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Composition: Getting Beyond the Snapshot

Text and Images © Copyright Gloria Hopkins

With today's high-tech pro cameras and IS and VR lenses, learning to take perfectly sharp, expertly exposed photographs is a snap. There are thousands of technically perfect photographs in print and on the web and it seems there are as many talented amateurs emerging every day. But there is a notable difference in the work of a photographer who takes the time to think about the composition of their image. The composition sets the mood for the shot and tells the story. Compositions can be used to evoke powerful emotional responses in a viewer, a goal for many photographers, but something that is achieved by few.

In order to create a technically good, visually pleasing photograph it would make sense that a photographer have a solid understanding of both the technical and aesthetic sides of photography. The ability to intertwine the two is what propels the work of masters like John Shaw and Galen Rowell far above the seas of documentary shots.

I have always felt that the best way to improve composition skills is to first learn how to see compositions. Try to see the compositional elements in every photograph you can find. Look at the lines in the image. Do they work together or against each other? How does your eye travel around through the image? Does it flow smoothly from one thing to the next or jump all around in the image? Look for space distribution, color, mood, perspective, depth, light and time of day, shapes, etc. How did the photographer use major components of the image like light and shadow, shape and form, background and foreground?

Below I have created what I call "composition maps." They are photographs that I have marked in Photoshop highlighting various aspects of the composition. I use them as visual teaching aides to break images down to their basic parts and see the underlying composition. There are many aspects of these photos that could be addressed such as quality and direction of light, patterns and repetition, balance, weight, shape vs. form, negative space, perspective, contrast, etc. The list goes on but there is not enough space to put it in writing here, so I focused on one compositional element for each graphic.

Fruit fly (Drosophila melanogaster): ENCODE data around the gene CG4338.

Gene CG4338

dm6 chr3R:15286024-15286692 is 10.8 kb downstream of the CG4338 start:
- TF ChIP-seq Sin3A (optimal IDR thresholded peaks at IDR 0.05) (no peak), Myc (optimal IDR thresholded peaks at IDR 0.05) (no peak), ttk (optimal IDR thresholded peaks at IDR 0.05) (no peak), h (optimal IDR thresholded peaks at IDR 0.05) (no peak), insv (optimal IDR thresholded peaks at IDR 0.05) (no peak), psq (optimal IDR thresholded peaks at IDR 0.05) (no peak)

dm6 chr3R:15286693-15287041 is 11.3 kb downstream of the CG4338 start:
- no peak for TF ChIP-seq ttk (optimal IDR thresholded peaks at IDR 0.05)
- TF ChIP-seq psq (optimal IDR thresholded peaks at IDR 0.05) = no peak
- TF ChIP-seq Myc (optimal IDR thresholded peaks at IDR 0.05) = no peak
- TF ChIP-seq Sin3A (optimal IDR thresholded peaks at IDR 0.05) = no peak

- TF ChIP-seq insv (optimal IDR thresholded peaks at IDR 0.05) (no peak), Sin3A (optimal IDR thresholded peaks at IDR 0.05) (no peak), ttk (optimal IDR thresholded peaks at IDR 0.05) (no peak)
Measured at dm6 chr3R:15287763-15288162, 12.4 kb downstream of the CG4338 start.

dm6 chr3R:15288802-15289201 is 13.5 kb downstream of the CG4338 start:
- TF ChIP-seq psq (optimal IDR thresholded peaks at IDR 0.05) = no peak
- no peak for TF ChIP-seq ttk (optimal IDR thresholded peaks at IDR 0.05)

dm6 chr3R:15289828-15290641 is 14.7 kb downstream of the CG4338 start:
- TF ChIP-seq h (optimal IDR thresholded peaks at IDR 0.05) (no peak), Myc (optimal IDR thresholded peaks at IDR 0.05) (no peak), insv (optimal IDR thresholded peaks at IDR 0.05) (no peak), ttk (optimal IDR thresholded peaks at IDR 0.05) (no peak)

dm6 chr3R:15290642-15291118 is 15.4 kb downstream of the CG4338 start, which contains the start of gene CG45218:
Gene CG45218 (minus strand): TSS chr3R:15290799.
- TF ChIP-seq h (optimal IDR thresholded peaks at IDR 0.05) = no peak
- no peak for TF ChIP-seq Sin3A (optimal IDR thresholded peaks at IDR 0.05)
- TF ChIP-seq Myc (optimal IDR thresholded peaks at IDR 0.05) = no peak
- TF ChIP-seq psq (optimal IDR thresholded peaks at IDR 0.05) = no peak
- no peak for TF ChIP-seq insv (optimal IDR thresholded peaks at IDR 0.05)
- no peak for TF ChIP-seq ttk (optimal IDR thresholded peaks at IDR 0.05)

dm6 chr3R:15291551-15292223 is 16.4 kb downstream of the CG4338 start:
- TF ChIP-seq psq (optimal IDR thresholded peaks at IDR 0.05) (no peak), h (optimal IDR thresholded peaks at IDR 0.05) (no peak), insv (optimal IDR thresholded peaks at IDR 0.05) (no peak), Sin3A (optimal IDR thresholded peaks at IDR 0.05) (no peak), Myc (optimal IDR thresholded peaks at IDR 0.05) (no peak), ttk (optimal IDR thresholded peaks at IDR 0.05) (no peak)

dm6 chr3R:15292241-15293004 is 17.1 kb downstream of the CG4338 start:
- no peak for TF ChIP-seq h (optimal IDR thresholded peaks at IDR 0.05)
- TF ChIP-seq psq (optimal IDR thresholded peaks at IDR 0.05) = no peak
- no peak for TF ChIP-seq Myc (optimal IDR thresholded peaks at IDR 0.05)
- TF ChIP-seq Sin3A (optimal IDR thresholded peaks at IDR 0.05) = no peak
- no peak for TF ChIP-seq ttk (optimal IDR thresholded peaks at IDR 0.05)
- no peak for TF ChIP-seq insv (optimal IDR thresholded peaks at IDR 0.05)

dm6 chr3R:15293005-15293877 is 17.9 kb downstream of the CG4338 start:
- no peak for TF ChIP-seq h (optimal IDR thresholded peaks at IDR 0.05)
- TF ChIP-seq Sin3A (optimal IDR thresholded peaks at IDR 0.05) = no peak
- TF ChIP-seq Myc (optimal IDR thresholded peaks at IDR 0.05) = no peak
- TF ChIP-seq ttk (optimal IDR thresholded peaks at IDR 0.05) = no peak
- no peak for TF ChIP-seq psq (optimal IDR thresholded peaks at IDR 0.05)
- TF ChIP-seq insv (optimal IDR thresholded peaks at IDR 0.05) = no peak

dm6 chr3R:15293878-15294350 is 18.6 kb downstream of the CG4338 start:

In this image I highlighted the spacing in the image and how it could be viewed on The Rule of Thirds grid:

 image#1_gdh.jpg (46988 bytes)


Here we examine only the lines in the image:

 image#2_gdh.jpg (46719 bytes)

Many other maps discussing different highlights could be drawn for a single photograph. I recommend practicing at home with your own photographs. Studying compositions builds good design skills even though you are not actively designing the image. Seeing is half of the art of photography and this exercise will help you to recognize that prize-winning shot when you have it in your viewfinder.

If you keep composition in mind when in the field, it will eventually become second nature to you. It will go from being a source of uncertainty to a powerful tool that will enable you to speak to the world through your images, exactly how you want and on your own terms.


Images and text © Copyright 2003  Gloria Hopkins

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